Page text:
Hexbyte Glen Cove Black Americans are most likely to experience fatal police violence thumbnail

Hexbyte Glen Cove Black Americans are most likely to experience fatal police violence

Hexbyte Glen Cove

Credit: Pixabay/CC0 Public Domain

More than 55% of deaths from police violence in the USA from 1980-2018 were misclassified or unreported in official vital statistics reports according to a new study in The Lancet. The highest rate of deaths from police violence occurred for Black Americans, who were estimated to be 3.5 times more likely to experience fatal police violence than white Americans.

Researchers estimate that the US National Vital Statistics System (NVSS), the government system that collates all in the USA, failed to accurately classify and report more than 17,000 deaths as being caused by during the 40-year study period.

“Recent high-profile police killings of Black people have drawn worldwide attention to this urgent public health crisis, but the magnitude of this problem can’t be fully understood without . Inaccurately reporting or misclassifying these deaths further obscures the larger issue of systemic racism that is embedded in many US institutions, including law enforcement. Currently, the same government responsible for this violence is also responsible for reporting on it. Open-sourced data is a more reliable and comprehensive resource to help inform policies that can prevent police violence and save lives,” says co-lead author Fablina Sharara of the Institute for Health Metrics and Evaluation (IHME), University of Washington School of Medicine, USA.

To examine the extent of under-reporting, researchers compared NVSS data to three non-governmental, open-source databases on police violence: Fatal Encounters, Mapping Police Violence, and The Counted. These databases collate information from news reports and public record requests. When compared, the researchers’ new estimates highlight the extent to which deaths from police violence are under-reported in the NVSS and the disproportionate effect of police violence on Black, Hispanic, and Indigenous people in the USA.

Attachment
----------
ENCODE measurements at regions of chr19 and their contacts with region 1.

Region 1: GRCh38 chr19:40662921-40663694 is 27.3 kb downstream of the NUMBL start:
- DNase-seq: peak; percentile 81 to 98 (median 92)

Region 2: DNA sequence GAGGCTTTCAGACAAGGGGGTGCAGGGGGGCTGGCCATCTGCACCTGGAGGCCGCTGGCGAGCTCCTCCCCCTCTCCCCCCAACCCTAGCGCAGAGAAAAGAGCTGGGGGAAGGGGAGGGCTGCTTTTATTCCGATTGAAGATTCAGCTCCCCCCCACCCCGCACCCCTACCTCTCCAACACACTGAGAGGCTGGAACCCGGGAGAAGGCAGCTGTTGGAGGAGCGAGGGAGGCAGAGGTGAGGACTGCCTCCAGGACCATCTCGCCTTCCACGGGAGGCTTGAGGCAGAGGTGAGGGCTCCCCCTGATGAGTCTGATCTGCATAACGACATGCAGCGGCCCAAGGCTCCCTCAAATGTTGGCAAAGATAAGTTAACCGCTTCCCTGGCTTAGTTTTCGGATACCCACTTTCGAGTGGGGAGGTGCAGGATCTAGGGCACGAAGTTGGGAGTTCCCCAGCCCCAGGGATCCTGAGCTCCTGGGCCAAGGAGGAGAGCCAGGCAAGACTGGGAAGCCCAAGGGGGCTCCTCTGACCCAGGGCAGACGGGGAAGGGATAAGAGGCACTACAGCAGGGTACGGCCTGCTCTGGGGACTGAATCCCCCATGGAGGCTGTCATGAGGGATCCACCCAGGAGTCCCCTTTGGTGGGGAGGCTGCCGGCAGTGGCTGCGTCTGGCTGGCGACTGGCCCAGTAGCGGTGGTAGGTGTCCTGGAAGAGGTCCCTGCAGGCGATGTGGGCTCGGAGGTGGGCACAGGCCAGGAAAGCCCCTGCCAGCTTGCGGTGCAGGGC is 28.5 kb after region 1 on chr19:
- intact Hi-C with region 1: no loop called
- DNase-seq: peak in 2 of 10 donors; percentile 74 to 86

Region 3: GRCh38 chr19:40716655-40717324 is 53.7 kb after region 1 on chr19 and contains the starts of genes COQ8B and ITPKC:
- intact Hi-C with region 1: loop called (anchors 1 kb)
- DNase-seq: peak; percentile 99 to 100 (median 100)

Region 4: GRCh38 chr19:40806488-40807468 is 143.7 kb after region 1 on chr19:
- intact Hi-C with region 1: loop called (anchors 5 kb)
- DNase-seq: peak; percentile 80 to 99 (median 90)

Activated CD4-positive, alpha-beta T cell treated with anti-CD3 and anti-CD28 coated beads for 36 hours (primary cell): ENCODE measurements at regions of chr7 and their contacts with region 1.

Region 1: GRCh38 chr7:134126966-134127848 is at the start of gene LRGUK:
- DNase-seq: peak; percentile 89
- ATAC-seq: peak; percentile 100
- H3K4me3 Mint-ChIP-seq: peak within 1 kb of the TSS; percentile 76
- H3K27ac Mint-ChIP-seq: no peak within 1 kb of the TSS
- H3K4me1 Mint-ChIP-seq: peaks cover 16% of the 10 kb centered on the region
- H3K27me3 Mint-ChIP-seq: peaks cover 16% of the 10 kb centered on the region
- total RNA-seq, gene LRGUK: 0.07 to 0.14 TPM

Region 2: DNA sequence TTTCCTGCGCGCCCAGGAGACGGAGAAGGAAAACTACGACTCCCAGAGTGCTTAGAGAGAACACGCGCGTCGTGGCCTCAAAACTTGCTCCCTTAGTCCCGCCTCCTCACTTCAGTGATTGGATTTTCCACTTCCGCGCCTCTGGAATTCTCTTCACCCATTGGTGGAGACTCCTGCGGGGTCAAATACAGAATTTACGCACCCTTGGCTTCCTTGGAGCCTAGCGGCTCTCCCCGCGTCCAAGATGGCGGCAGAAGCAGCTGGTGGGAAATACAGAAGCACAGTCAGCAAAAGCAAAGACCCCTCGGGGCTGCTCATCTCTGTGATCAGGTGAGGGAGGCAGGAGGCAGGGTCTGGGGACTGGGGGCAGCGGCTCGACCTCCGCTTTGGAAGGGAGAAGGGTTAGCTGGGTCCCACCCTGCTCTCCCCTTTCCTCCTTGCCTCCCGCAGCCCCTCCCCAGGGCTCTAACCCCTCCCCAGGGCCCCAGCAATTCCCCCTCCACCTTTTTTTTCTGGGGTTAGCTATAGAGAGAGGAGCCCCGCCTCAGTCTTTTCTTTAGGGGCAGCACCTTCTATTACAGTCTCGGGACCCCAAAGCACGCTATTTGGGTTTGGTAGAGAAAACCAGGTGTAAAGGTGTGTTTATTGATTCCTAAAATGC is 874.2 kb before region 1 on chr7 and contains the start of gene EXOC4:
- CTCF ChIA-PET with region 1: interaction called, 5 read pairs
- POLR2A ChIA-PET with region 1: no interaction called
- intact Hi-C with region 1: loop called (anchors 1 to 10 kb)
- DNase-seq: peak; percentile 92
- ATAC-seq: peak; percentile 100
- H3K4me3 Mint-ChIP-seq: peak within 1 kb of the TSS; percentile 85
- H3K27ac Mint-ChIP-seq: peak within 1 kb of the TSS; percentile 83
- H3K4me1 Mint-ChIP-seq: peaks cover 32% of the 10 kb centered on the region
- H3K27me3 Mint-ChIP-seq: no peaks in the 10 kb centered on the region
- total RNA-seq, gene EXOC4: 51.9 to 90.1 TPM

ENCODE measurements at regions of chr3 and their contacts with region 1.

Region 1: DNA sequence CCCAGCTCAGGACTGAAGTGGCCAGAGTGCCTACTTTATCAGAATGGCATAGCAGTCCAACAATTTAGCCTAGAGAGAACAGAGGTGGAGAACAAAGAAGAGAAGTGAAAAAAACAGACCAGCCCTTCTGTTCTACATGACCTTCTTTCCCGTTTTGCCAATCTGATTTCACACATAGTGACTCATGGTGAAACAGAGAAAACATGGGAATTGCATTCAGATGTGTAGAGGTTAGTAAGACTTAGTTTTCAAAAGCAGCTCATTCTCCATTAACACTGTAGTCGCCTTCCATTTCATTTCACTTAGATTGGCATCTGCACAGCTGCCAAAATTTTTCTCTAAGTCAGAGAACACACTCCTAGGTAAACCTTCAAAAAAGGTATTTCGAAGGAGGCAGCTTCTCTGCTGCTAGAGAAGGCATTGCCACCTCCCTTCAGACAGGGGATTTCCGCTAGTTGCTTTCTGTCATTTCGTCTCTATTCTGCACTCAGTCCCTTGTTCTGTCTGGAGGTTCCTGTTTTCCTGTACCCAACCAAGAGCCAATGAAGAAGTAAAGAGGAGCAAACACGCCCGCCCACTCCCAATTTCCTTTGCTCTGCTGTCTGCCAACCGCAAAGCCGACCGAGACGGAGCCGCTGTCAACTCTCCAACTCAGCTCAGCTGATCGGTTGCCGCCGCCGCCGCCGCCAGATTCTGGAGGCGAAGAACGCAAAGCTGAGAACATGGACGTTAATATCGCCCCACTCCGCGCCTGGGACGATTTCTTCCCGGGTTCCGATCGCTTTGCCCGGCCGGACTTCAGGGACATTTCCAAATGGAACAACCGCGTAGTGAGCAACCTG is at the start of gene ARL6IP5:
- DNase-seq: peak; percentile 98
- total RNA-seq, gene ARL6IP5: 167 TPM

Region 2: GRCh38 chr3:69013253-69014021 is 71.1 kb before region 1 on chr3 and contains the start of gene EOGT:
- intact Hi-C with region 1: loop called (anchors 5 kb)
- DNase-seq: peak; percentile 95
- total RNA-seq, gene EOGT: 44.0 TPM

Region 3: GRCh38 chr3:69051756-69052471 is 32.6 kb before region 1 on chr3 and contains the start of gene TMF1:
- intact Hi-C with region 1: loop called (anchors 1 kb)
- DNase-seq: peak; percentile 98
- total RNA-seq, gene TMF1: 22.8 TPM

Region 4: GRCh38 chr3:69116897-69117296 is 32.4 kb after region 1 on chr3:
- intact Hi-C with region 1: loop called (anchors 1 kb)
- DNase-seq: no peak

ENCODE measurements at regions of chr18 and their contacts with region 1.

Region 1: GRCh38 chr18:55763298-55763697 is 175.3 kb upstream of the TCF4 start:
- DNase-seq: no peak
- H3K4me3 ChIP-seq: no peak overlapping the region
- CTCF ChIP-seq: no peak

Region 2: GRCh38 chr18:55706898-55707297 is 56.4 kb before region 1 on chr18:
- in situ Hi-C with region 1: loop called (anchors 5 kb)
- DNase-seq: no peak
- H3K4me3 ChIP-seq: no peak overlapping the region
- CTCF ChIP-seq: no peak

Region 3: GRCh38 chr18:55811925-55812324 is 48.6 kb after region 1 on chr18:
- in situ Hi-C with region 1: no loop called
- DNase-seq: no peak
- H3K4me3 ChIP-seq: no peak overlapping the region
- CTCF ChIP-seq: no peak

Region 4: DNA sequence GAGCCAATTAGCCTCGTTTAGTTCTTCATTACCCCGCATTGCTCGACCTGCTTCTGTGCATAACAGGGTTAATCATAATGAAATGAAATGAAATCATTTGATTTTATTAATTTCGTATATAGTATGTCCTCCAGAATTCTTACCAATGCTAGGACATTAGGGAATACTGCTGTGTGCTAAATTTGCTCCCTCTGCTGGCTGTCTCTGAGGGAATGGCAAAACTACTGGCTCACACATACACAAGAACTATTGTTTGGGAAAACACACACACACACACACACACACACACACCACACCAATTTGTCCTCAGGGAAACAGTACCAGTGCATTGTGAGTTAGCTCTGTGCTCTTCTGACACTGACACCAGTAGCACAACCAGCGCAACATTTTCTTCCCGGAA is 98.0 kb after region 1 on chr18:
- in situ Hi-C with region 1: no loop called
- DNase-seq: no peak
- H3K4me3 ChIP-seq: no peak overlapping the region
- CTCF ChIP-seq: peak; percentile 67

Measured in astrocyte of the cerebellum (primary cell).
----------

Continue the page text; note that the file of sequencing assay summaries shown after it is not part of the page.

Across all races and states in the USA, researchers estimate that NVSS data failed to report 17,100 deaths from police violence out of 30,800 total deaths from 1980-2018 (the most recent years of available NVSS data), accounting for 55.5% of all deaths from police violence during this period. Using a predictive model, researchers also estimated the total number of deaths from police violence in the USA, for all races/ethnicities and all states for 2019, estimating an additional 1,190 deaths, bringing the total number of deaths from police violence from 1980-2019 to 32,000.  

Black Americans experienced fatal police violence at a rate 3.5 times higher than white Americans, according to this analysis, with nearly 60% of these deaths misclassified in the NVSS (5,670 unreported deaths from police violence out of 9,540 estimated deaths). From the 1980s to the 2010s, rates of police violence increased by 38% for all races (with 0.25 deaths from police violence per 100,000 person-years in the 1980s as compared to 0.34 deaths from police violence per 100,000 person-years in the 2010s).